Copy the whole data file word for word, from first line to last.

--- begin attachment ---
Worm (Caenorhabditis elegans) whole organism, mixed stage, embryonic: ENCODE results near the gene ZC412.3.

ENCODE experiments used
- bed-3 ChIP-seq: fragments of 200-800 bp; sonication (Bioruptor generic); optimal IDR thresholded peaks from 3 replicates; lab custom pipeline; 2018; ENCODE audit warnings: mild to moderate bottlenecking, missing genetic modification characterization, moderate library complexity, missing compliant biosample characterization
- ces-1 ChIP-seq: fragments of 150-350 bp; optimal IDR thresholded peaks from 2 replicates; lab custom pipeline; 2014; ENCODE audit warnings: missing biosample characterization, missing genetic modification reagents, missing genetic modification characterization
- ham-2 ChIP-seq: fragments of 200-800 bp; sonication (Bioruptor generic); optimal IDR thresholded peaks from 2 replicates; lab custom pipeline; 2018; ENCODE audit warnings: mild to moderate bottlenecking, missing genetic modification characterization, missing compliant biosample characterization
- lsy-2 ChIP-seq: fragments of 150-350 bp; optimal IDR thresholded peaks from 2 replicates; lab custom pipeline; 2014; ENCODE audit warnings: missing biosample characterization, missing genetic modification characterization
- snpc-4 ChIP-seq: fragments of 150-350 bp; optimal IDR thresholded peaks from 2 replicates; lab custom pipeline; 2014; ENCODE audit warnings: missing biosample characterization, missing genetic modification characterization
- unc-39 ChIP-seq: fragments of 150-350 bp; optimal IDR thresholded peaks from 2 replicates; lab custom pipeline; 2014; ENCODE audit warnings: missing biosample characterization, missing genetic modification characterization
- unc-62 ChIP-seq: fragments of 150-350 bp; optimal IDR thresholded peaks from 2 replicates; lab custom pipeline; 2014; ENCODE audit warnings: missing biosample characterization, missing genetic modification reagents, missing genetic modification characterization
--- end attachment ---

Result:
Worm (Caenorhabditis elegans) whole organism, mixed stage, embryonic: ENCODE results near the gene ZC412.3.

ENCODE experiments used
- bed-3 ChIP-seq: fragments of 200-800 bp; sonication (Bioruptor generic); optimal IDR thresholded peaks from 3 replicates; lab custom pipeline; 2018; ENCODE audit warnings: mild to moderate bottlenecking, missing genetic modification characterization, moderate library complexity, missing compliant biosample characterization
- ces-1 ChIP-seq: fragments of 150-350 bp; optimal IDR thresholded peaks from 2 replicates; lab custom pipeline; 2014; ENCODE audit warnings: missing biosample characterization, missing genetic modification reagents, missing genetic modification characterization
- ham-2 ChIP-seq: fragments of 200-800 bp; sonication (Bioruptor generic); optimal IDR thresholded peaks from 2 replicates; lab custom pipeline; 2018; ENCODE audit warnings: mild to moderate bottlenecking, missing genetic modification characterization, missing compliant biosample characterization
- lsy-2 ChIP-seq: fragments of 150-350 bp; optimal IDR thresholded peaks from 2 replicates; lab custom pipeline; 2014; ENCODE audit warnings: missing biosample characterization, missing genetic modification characterization
- snpc-4 ChIP-seq: fragments of 150-350 bp; optimal IDR thresholded peaks from 2 replicates; lab custom pipeline; 2014; ENCODE audit warnings: missing biosample characterization, missing genetic modification characterization
- unc-39 ChIP-seq: fragments of 150-350 bp; optimal IDR thresholded peaks from 2 replicates; lab custom pipeline; 2014; ENCODE audit warnings: missing biosample characterization, missing genetic modification characterization
- unc-62 ChIP-seq: fragments of 150-350 bp; optimal IDR thresholded peaks from 2 replicates; lab custom pipeline; 2014; ENCODE audit warnings: missing biosample characterization, missing genetic modification reagents, missing genetic modification characterization